In its 1 September 2005 Decision, the Court of Appeals set aside the NLRC's 27 January 1998 decision and reinstated the Labor Arbiter's 29 October 1993 decision. The Court of Appeals ruled that substantial evidence showed that petitioner's transfer was valid. The Court of Appeals ruled that there was nothing in the records which would show that petitioner was harassed to force her to resign from work. Neither was petitioner maltreated, or a deliberate scheme employed to make her work grossly inconvenient or almost impossible to bear. The Court of Appeals noted that petitioner even admitted that respondents tried to contact her when she absented herself from work for a month.

The Court of Appeals further ruled that petitioner was not asked to perform a function she had not been performing for years. Instead, there was only a transfer of some of her duties. The Court of Appeals ruled that petitioner was not terminated without cause or due process nor was she constructively dismissed.

The dispositive portion of the Court of Appeals' decision reads:

WHEREFORE, the writ of certiorari prayed for is hereby GRANTED and the Decision of public respondent NLRC dated January 27, 1998 is hereby NULLIFIED and SET ASIDE, and the Decision of the Labor Arbiter dated October 29, 1993 dismissing private respondent Erlinda Velasco's complaint for illegal dismissal is hereby REINSTATED.


Petitioner filed a motion for reconsideration. In its 3 February 2006 Resolution, the Court of Appeals denied the motion for lack of merit.

Hence, the present petition.

The Issue

The sole issue in this case is whether petitioner was constructively dismissed from employment.

The Ruling of this Court

The petition has no merit.

In administrative proceedings, the quantum of proof required is substantial evidence, which is more than a mere scintilla of evidence, but such amount of relevant evidence which a reasonable mind might accept as adequate to justify a conclusion.[14] The Court of Appeals may review the factual findings of the NLRC and reverse its ruling if it finds that the decision of the NLRC lacks substantial basis,[15] as it did in this case.

We agree with the Court of Appeals in reversing the ruling of the NLRC and in finding that petitioner was not constructively dismissed from employment. In this case, it is undisputed that petitioner was holding three positions: Head of the Accounting Department, Secretary to the President and General Manager, and Comptroller. She was asked to relinquish her duties as Comptroller.

Constructive dismissal is defined as a quitting because continued employment is rendered impossible, unreasonable or unlikely, or when there is a demotion in rank or a diminution of pay.[16] It exists when an act of clear discrimination, insensibility or disdain by an employer has become so unbearable to the employee leaving him with no option but to forego with his continued employment.[17]

Here, there was no diminution of petitioner's salary and other benefits. There was no evidence that she was harassed or discriminated upon, or that respondents made it difficult for her to continue with her other duties. Absent any evidence of bad faith, it is within the exercise of respondents' management prerogative to transfer some of petitioner's duties if in their judgment, it would be more beneficial to the corporation. There was no basis for the NLRC's finding that from performing managerial functions, petitioner was reduced to performing clerical tasks.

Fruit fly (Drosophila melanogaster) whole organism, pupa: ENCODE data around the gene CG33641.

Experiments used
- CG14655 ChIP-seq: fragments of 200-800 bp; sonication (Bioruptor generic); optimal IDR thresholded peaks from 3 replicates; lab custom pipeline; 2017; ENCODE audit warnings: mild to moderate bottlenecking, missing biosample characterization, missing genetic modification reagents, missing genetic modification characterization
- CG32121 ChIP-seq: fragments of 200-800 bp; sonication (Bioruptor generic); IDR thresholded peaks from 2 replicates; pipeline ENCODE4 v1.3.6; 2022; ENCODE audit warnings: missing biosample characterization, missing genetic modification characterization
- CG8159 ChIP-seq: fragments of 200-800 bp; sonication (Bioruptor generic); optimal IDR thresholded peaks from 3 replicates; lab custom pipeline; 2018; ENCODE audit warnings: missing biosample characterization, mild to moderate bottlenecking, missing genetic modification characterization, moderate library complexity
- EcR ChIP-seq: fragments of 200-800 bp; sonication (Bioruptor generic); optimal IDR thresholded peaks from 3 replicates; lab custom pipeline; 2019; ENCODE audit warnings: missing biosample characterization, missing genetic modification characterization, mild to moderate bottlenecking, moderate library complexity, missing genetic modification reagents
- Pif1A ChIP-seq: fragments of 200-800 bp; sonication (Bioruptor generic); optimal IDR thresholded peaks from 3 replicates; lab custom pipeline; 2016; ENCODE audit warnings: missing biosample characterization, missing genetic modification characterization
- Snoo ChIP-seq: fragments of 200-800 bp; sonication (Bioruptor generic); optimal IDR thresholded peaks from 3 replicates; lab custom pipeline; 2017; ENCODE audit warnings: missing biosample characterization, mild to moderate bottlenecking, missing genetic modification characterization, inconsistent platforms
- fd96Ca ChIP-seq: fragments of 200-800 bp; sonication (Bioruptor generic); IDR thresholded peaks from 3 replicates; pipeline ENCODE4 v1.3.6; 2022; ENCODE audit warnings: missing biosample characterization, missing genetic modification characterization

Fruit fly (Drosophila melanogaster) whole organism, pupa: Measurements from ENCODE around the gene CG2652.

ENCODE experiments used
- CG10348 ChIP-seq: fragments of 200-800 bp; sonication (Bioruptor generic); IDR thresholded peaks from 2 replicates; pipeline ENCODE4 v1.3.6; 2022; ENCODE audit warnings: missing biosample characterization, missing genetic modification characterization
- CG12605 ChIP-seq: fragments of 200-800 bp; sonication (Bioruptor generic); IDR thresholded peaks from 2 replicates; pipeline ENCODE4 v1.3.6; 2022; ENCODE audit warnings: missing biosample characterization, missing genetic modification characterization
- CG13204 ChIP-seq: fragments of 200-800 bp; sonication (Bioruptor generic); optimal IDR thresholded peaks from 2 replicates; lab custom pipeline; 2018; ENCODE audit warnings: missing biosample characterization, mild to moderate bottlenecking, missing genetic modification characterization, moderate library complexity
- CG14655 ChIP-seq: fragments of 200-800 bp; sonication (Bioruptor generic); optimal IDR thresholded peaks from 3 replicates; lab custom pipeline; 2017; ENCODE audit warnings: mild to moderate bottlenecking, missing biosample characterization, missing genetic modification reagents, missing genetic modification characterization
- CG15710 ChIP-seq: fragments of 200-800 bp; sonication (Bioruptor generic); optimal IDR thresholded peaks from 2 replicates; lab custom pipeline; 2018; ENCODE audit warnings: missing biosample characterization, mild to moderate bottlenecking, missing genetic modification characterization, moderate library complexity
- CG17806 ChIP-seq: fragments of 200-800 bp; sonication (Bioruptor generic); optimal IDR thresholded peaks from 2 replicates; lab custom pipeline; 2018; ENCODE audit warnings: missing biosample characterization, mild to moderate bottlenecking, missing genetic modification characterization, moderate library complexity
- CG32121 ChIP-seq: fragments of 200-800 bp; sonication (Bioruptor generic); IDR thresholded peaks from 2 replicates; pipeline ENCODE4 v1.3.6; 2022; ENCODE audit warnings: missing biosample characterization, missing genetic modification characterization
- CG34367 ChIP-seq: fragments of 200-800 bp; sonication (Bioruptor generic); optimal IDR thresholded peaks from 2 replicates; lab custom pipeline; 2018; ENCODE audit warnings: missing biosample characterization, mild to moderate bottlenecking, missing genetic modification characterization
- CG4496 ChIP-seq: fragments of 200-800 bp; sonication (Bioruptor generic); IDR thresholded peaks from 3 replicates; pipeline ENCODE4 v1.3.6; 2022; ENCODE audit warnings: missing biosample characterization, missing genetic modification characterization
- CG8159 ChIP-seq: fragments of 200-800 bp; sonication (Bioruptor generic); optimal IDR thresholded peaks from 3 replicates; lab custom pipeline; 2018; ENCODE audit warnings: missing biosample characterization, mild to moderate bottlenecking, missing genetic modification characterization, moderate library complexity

Respondents allowed petitioner to take a leave of absence for the whole month of February 1993. It was only on 5 March 1993 when respondents called her attention that she had been absent without official leave since 1 March 1993. Respondents required petitioner to explain her absence within three days from receipt of the letter. However, it was only on 31 March 1993 when petitioner answered that she had nothing to explain because in February 1993, she was verbally informed by De Dios to resign from her employment as Comptroller. Petitioner's belated reply showed her lack of intention to report back to work and to perform her other responsibilities. Instead, she filed a case for constructive dismissal against respondents which we find to be without factual and legal basis.

WHEREFORE, we DENY the petition. We AFFIRM the 1 September 2005 Decision and 3 February 2006 Resolution of the Court of Appeals in CA-G.R. SP No. 53901.


Nachura, Peralta, Abad, and Perez,* JJ., concur.

* Designated additional member per Special Order No. 842.

[1] Rollo, pp. 233-246. Penned by Associate Justice Monina Arevalo-Zenarosa with Associate Justices Remedios A. Salazar-Fernando and Rosmari D. Carandang, concurring.

[2] Id. at 270-272.

[3] Id. at 39.

[4] Id. at 40.

[5] Id. at 74-80. Penned by Labor Arbiter Arthur L. Amansec.

[6] Id. at 98-120. Penned by Commissioner Victoriano R. Calaycay with Presiding Commissioner Raul T. Aquino and Commissioner Rogelio I. Rayala, concurring.

[7] Id. at 119.

[8] Id. at 144-145.

[9] Id. at 146-155.

[10] Id. at 154.

[11] Id. at 231-232.

[12] 356 Phil. 811 (1998).

[13] Rollo, pp. 245-246.

[14] Vicente v. Court of Appeals, G.R. No. 175988, 24 August 2007, 531 SCRA 240.

[15] Id.

[16] Norkis Trading Co., Inc. v. Gnilo, G.R. No. 159730, 11 February 2008, 544 SCRA 279.

[17] Formantes v. Duncan Pharmaceuticals Phil., Inc., G.R. No. 170661, 4 December 2009.